Early voting is already(!) underway in Virginia’s November elections, when voters will decide not only which party will control the commonwealth’s House of Delegates, but who will serve in the three statewide elected offices. Attorney General Mark Herring is running for a third term, and the anti-gun Democrat isn’t attempting to shift towards the center as we get closer to Election Day. In fact, as we detail on today’s Bearing Arms Cam & Co, Herring is embracing an extreme anti-gun agenda that includes support for New York’s draconian laws preventing the average citizen from bearing arms in self-defense.
Herring is one of 19 Democratic Attorneys General who’ve signed on to a brief defending New York’s laws as the Supreme Court weighs whether or not the permitting regime violates the Second Amendment rights of two individuals who’ve unsuccessfully tried to secure an unrestricted carry permit in the state. As the brief makes clear, these AGs simply don’t believe the Second Amendment protects a right to bear arms.
A fairminded and thorough assessment of the history establishes that there is “no general right to carry arms into the public square for self-defense” and that States and local governments may “regulate arms in the public square.”
Every version of the Bill of Rights that I’ve seen says that the right to keep and bear arms “shall not be infringed,” not that it “does not apply to bearing arms in self-defense in public,” but Herring has endorsed a position that turns Virginians’ right to carry into a privilege. Here in Virginia, not only do we have a “shall issue” system for issuing concealed carry licenses, (which means all those who pass a background check and complete the required training shall receive a license), but legal gun owners are free to openly carry a firearm without the need for a state-issued license.
As of 2019 there were 644,000 concealed carry licensees in Virginia; a number that’s unquestionably grown larger since the start of the pandemic and the surge in gun sales last March. Countless others are legally carrying their firearm openly on occasion, and Herring apparently would have no problem subjecting all of them to New York’s restrictive “may issue” permitting laws instead. The average Virginian, just like the average New Yorker, wouldn’t be able to acquire a unrestricted license, and would be subject to felony charges and a mandatory prison sentence if they were caught doing something that’s perfectly legal today; carrying a firearm for self-defense.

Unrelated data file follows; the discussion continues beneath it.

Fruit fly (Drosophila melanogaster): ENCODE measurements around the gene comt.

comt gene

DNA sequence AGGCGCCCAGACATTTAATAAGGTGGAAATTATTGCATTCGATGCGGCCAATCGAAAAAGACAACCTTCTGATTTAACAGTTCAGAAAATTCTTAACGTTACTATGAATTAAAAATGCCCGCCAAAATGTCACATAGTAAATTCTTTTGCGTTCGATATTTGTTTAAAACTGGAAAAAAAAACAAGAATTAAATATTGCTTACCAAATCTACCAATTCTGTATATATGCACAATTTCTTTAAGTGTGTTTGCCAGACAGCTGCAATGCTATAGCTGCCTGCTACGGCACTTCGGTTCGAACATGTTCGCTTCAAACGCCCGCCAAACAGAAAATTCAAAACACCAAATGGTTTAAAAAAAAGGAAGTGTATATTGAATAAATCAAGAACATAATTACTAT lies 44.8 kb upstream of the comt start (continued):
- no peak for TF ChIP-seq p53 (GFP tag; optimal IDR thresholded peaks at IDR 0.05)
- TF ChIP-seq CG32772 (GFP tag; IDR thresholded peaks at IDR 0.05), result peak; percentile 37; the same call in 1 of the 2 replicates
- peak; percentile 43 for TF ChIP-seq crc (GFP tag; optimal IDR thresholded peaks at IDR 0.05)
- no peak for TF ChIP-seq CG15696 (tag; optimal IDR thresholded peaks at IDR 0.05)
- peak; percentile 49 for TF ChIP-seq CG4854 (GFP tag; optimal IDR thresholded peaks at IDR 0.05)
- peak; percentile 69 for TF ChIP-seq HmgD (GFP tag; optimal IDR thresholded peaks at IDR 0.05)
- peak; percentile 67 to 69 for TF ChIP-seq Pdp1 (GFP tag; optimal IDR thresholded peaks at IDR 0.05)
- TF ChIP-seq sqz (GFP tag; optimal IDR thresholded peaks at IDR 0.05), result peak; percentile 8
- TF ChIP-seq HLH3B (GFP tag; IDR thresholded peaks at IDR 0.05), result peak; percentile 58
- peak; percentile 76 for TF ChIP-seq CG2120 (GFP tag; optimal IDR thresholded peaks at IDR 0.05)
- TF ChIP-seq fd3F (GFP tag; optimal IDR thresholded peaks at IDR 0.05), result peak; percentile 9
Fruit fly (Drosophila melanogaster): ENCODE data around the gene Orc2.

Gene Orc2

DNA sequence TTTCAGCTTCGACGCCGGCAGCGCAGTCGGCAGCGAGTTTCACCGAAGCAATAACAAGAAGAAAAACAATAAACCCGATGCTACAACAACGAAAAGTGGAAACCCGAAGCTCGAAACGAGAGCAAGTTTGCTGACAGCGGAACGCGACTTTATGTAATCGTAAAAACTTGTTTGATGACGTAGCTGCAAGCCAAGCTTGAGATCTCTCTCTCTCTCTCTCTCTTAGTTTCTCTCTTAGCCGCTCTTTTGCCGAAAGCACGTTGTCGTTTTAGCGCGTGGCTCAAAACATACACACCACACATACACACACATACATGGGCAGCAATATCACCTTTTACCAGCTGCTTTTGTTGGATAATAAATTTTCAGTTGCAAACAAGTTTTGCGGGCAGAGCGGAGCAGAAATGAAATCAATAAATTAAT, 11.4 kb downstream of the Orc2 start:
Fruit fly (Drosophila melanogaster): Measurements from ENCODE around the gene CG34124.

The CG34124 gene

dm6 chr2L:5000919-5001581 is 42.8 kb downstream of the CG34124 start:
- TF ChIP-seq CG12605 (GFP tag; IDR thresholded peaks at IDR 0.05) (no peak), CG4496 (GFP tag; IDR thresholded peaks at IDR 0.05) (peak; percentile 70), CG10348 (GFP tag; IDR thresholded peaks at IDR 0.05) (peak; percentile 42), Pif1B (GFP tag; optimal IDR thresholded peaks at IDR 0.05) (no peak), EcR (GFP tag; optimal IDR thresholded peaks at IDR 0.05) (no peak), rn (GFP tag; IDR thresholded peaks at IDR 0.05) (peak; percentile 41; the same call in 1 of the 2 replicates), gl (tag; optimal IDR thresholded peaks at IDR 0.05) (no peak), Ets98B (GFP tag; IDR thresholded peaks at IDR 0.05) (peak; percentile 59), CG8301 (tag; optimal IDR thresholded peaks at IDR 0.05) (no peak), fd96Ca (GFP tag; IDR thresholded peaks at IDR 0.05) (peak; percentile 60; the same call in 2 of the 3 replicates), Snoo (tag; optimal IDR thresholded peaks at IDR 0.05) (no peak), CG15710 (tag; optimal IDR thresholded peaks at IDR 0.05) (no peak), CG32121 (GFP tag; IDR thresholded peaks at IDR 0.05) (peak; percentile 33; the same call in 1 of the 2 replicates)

In addition to giving the thumbs up to New York’s permitting regime, Herring is also making noise about expanding the state’s “red flag” law, though his specific comments suggest he’s not exactly clear on how the current law works.
Under Democratic control, the Virginia General Assembly has passed laws strengthening gun control in the state, such as one-gun-per-month purchases and red flags going up when someone’s actions lead them to be perceived as socially dangerous. Herring, who is up for re-election in November, hinted that he may push to expand the red-flag law to cover social-media posts, which in turn could create an avenue to catch a young person before they do any harm to themselves or others.
“If someone is on social media bragging about their firearms ad something like that, and making threats, if there’s something there that we can do, we should do.”
First of all, if someone is making a threat while showing off an illegally-possessed gun on social media, there’s already a mechanism to address the situation. It’s called the criminal justice system. But as Culpeper County Sheriff Scott Jenkins tells Bearing Arms, “Herring appears to be ignorant of the fact that Virginia’s current red flag law already requires a judge or magistrate to consider ‘any relevant evidence’ including but not limited to threats. His knee jerk call for yet more Second Amendment restrictions is a predictable next step in the gun grabber’s playbook.”
The fact that Herring would rather deal with criminal activity through the use of an Extreme Risk Protection Order rather than a criminal court is also troubling because, unlike defendants in a criminal case, the subjects of a potential “red flag” gun seizure order are not entitled to a public defender if they can’t afford their own attorney. That might not matter to many of Mark Herring’s more monied supporters, but it undeniably makes it more difficult for lower-income Virginians to defend themselves in a red flag hearing.
Virginia’s violent crime rate has been heading in the wrong direction since the Democrats took complete control of the state government in 2019, and if Mark Herring’s re-elected, he’s going to keep pushing to criminalize our right to keep and bear arms instead of ensuring that violent criminals receive justice for their crimes against the commonwealth’s citizens. The Democrat may consider himself a progressive, but turning the right to bear arms into a privilege of the few instead of a right of the people is a decidedly regressive (and repressive) position to take.